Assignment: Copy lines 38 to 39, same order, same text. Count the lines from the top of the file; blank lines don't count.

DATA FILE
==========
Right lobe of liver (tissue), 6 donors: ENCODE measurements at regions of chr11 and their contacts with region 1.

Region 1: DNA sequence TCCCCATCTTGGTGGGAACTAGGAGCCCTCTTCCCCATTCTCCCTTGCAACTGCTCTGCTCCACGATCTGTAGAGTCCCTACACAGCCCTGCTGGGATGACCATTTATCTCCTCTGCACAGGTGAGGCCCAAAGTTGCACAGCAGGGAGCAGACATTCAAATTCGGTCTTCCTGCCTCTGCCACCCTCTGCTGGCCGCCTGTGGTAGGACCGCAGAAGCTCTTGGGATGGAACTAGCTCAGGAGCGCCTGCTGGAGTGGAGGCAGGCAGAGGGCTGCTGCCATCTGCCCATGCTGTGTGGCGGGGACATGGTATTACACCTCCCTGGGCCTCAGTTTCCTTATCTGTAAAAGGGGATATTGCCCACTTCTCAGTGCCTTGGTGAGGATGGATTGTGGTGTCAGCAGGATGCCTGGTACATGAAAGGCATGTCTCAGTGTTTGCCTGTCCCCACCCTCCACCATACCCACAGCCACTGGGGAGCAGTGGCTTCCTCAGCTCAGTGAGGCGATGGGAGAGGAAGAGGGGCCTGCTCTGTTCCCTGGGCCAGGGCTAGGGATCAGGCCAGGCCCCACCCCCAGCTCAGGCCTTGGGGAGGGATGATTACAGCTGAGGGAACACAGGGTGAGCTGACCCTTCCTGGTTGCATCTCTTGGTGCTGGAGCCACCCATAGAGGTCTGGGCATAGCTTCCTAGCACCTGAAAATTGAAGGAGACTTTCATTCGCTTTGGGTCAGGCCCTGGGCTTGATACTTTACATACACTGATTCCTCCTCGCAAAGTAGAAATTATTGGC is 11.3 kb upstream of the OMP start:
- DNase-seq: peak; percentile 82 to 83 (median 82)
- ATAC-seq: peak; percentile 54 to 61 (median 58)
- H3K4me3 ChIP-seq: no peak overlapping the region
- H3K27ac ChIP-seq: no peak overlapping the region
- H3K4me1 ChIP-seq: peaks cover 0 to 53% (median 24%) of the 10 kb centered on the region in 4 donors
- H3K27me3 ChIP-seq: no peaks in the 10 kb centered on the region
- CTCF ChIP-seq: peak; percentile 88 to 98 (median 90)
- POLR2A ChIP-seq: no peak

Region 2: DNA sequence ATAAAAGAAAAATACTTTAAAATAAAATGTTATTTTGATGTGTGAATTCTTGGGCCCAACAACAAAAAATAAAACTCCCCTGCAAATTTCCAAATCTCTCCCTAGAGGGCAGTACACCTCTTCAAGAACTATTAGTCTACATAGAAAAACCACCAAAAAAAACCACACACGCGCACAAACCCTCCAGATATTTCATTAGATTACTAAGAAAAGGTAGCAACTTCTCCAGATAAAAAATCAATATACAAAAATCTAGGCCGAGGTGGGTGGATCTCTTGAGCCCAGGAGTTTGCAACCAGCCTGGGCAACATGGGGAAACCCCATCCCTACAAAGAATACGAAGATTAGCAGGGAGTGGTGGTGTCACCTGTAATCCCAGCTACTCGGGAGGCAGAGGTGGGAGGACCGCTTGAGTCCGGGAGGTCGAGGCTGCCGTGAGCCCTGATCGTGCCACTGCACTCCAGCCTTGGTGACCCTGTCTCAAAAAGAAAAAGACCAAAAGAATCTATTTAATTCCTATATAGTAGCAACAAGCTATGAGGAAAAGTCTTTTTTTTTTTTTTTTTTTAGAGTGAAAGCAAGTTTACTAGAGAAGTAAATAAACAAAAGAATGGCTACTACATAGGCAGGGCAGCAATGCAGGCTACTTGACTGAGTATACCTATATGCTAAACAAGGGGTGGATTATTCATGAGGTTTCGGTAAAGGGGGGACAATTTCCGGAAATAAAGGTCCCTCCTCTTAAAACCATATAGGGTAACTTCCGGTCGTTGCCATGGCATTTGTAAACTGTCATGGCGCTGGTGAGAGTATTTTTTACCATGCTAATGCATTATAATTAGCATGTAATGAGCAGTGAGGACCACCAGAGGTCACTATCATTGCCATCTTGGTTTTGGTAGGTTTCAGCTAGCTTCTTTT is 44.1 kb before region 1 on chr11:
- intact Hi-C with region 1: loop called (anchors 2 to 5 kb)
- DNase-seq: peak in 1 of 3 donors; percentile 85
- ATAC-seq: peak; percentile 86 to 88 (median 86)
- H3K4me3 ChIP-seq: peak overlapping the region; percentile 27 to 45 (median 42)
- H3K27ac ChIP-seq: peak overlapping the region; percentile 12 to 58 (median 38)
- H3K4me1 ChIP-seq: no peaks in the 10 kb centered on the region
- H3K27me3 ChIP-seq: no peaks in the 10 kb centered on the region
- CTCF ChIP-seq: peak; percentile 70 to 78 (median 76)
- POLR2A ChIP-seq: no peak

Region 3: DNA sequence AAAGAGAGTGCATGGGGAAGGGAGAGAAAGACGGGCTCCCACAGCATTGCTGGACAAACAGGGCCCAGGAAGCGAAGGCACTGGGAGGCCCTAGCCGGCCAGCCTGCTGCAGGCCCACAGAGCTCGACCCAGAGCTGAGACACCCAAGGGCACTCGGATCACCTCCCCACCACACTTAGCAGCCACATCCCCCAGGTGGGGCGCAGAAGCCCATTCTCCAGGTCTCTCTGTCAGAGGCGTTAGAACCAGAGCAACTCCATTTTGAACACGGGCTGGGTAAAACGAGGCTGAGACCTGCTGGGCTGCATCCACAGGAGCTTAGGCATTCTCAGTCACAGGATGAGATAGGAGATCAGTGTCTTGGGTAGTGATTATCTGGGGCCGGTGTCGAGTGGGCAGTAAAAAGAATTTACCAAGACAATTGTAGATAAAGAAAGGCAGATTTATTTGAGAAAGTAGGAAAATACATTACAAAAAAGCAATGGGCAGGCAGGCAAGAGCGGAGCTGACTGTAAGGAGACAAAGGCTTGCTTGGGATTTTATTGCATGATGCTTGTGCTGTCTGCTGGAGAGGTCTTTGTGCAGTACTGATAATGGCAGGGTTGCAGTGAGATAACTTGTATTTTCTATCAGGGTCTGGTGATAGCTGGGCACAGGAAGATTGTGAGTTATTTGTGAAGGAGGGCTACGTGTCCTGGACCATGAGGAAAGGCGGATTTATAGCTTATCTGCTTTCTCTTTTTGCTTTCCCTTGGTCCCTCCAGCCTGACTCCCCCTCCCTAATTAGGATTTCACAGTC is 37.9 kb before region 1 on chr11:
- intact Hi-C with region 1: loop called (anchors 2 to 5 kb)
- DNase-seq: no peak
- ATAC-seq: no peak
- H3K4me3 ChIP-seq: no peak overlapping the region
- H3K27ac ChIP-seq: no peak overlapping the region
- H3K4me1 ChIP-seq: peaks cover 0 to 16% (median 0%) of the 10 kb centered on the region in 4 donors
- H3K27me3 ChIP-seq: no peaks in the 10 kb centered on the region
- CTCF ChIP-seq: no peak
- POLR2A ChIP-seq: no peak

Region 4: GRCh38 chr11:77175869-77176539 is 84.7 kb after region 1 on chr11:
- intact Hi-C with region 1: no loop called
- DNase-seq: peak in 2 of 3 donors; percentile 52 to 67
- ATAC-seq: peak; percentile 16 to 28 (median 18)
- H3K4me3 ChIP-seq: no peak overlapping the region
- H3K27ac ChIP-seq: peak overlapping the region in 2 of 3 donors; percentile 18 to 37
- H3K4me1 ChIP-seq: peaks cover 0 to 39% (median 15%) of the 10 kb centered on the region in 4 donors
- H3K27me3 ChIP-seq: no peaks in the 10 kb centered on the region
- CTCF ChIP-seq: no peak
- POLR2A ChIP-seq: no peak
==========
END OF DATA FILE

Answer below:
- H3K27me3 ChIP-seq: no peaks in the 10 kb centered on the region
- CTCF ChIP-seq: no peak